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The three columns represent my three primary performance indicators for quarterbacks. Furthest left (tDSR) is True Drive Success Rate, a drive-based efficiency metric that measures a quarterback’s ability to turn drives into touchdowns, regressed based on sample size. The middle column, Expected Points Added (EPA), is a measure of per-play efficiency and includes scrambles and designed runs. Finally, on the right is per-pass efficiency, Completion Percentage Over Expectation (CPOE) based on the publicly available completion percentage model included in the NFLFastR package.

While it’s obvious from this chart that Daniel Jones gives the Giants a much better pass to win than Colt McCoy, it’s also obvious that Lamar Jackson, even in a down year efficiency-wise, is on a different planet than either Giants’ quarterback. The only person who can hold back Jackson from being the most efficient passer in this game is Lamar Jackson; all he needs to focus on is limiting his mistakes as a passer (in the chart on the right, Jackson is just league average on a per-pass basis), and he should have a monster game this weekend.

NFL DFS Player Pool Picker: Upside Analysis

Now let’s examine the primary skill players from each offense. Unless participating in a large-field tournament, these are the players you should be focusing on in your daily fantasy football lineups. For each player, I’ve made it easy to compare their per-game fantasy (in column 3) to their DraftKings main slate salary ranking (in column 2). Column 4 ranks the player using my favorite position-specific volume metric: Expected fantasy points, which is curated by PFF.  The Defense vs. Position column is an extremely helpful position-specific and player-group specific (for example, the metric delineates between primary wide receiver vs. secondary wide receivers) metric that helps determine if an offensive player is likely to be in a position to exceed their expected fantasy points. Higher numbers in the Defense vs. Position column indicate easier matchups for the offense, while numbers closer to one indicate a stout defense against that specific position-group.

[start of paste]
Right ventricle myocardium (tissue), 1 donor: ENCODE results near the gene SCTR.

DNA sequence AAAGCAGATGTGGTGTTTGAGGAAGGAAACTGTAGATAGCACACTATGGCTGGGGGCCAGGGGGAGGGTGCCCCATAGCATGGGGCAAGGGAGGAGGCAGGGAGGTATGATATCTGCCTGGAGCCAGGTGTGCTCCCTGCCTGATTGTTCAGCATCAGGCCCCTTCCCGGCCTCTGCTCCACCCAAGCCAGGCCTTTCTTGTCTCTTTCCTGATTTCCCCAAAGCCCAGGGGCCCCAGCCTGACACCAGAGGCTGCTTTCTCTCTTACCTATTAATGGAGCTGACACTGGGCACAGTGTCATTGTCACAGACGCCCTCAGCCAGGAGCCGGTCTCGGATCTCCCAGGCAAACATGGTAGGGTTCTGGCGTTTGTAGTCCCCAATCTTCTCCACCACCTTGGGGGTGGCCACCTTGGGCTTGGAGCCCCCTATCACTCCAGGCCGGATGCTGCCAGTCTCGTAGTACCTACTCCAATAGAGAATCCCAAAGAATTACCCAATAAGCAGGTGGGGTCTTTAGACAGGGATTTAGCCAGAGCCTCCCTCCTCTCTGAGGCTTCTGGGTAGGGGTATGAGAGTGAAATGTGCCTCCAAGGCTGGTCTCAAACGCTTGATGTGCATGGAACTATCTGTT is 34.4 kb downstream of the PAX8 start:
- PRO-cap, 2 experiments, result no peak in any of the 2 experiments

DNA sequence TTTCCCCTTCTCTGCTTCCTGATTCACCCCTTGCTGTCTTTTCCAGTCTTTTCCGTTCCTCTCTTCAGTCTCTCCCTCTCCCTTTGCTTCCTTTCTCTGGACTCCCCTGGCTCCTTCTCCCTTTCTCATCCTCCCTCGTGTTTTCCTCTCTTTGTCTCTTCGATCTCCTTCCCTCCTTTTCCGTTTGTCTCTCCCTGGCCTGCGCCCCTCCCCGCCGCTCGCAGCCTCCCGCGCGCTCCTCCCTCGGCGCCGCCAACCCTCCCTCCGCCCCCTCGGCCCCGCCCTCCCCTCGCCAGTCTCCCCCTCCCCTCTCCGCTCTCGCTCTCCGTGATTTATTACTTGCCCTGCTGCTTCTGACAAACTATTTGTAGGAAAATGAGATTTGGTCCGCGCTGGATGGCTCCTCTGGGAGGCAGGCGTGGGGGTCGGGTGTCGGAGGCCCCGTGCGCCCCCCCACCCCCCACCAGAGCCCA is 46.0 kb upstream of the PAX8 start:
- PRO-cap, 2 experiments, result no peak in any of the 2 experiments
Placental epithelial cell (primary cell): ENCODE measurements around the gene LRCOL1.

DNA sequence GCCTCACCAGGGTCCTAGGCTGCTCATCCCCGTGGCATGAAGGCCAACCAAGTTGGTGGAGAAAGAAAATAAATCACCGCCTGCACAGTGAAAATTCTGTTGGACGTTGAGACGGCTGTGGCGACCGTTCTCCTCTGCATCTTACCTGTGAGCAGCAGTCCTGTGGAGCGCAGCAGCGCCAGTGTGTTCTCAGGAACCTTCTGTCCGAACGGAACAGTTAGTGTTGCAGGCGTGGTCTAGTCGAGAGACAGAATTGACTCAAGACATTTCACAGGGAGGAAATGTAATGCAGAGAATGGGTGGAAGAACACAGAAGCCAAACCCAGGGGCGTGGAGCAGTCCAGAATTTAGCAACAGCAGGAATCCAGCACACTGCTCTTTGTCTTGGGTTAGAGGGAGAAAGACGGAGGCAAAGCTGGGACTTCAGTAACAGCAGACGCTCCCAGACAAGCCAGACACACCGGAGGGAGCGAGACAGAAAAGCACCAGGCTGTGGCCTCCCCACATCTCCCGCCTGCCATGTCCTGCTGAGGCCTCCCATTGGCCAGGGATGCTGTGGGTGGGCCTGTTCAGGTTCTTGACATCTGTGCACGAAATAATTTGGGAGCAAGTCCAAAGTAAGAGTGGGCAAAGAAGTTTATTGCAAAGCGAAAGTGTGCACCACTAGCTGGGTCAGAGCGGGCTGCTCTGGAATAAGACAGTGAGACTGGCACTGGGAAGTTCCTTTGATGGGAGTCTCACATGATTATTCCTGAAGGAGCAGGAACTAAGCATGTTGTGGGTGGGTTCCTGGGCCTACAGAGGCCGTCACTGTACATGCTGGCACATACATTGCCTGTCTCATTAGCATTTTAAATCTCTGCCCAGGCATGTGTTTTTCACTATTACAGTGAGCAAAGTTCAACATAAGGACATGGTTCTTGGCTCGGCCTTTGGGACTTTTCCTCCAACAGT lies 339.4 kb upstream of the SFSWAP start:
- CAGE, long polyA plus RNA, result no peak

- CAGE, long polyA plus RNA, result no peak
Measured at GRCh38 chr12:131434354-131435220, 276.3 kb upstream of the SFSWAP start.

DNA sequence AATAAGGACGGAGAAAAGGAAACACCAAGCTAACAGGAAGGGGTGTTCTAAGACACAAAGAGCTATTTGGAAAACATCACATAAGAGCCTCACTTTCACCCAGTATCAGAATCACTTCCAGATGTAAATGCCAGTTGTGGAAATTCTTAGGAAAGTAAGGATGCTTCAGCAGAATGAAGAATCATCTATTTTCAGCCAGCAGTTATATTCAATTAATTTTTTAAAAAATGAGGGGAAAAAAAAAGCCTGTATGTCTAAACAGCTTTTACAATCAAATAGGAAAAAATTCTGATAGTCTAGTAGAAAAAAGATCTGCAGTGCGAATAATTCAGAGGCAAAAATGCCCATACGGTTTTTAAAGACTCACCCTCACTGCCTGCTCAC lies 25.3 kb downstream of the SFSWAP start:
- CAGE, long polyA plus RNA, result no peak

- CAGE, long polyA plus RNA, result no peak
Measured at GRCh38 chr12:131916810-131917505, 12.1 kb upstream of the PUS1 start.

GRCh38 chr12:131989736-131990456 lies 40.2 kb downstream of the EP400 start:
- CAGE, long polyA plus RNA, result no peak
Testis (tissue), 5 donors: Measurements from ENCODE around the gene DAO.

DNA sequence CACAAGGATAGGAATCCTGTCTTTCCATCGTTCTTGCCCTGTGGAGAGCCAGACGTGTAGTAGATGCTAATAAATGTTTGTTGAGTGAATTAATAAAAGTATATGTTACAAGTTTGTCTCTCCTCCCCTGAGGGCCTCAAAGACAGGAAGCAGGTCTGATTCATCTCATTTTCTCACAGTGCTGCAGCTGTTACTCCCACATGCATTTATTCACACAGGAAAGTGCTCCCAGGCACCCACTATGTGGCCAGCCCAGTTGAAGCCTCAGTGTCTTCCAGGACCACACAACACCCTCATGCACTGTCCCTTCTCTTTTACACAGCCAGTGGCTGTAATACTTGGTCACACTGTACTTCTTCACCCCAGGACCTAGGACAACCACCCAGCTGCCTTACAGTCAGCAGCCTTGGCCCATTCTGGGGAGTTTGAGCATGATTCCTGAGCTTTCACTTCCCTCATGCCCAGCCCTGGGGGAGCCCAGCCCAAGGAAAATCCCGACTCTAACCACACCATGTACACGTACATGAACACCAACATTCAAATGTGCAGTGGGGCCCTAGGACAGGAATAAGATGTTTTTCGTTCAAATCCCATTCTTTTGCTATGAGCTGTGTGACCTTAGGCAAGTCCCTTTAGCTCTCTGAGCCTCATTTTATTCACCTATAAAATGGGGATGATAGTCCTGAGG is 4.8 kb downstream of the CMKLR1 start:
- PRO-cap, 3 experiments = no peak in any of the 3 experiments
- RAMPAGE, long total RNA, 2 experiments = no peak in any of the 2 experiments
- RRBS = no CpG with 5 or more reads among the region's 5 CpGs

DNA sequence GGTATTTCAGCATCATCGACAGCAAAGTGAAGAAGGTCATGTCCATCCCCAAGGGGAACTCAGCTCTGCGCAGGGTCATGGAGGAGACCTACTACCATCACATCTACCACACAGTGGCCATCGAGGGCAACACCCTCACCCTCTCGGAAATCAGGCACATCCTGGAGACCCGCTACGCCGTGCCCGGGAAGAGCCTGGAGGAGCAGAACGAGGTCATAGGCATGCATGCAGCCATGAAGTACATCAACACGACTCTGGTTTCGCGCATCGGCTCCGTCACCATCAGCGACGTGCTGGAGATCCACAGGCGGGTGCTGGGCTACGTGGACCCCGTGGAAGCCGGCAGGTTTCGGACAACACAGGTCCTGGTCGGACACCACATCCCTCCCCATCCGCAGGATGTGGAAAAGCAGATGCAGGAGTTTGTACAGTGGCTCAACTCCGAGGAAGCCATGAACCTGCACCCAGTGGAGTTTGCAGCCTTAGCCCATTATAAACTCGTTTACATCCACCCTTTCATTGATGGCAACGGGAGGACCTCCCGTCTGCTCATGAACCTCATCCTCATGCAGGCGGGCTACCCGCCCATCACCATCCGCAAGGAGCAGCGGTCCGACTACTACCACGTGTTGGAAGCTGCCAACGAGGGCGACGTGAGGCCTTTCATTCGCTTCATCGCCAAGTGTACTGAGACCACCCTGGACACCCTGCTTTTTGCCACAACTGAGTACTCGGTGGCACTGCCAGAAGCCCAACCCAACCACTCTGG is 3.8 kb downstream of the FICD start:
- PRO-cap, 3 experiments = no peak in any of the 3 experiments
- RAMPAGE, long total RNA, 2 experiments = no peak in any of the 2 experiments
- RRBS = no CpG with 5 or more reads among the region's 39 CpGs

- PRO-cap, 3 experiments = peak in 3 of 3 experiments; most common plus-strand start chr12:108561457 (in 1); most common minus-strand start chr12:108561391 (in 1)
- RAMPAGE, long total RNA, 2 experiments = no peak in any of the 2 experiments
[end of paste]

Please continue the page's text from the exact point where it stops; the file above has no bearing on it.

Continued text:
The final column, Expected Projection, combines a player’s expected fantasy points with their weekly matchup into one helpful value metric. Apart from the Awesemo projections (which should still carry the most weight in determining player value), Expected Projection is one of my favorite metrics to help me narrow down my favorite plays of the week. The rankings are always specific to the slate, meaning if a player or team is ranked No. 1 at a specific metric, they may not necessarily be ranked No. 1 in the NFL, but they are for this specific slate.

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New York Giants NFL DFS Core Offenses

Team Player Positional Salary Rank FPTs/Gm Rank Expected FPTs/Gm Rank Defense vs. Position Expected Projection
NYG Colt McCoy, QB #18 #21 #29 #25 10 Fpts (QB20)
NYG Wayne Gallman Jr., RB #18 #9 #17 #30 13.5 Fpts (RB6)
NYG Sterling Shepard, WR #32 #44 #50 #17 9.5 Fpts (WR34)
NYG Darius Slayton, WR #44 #66 #83 #28 7 Fpts (WR55)
NYG Evan Engram, TE #10 #9 #10 #23 10 Fpts (TE7)

The Ravens rank shockingly low in these position-centric defensive metrics. The Ravens ranked in the top-10 against quarterbacks and wide receivers a year ago, but it appears injuries have caught up with them this season. The Baltimore struggles against teams with three legitimate receiving weapons, and if the Giants’ offense has anything, it’s that. Evan Engram has a particularly strong expected projection, even compared to his seventh-highest tight end salary on the main slate.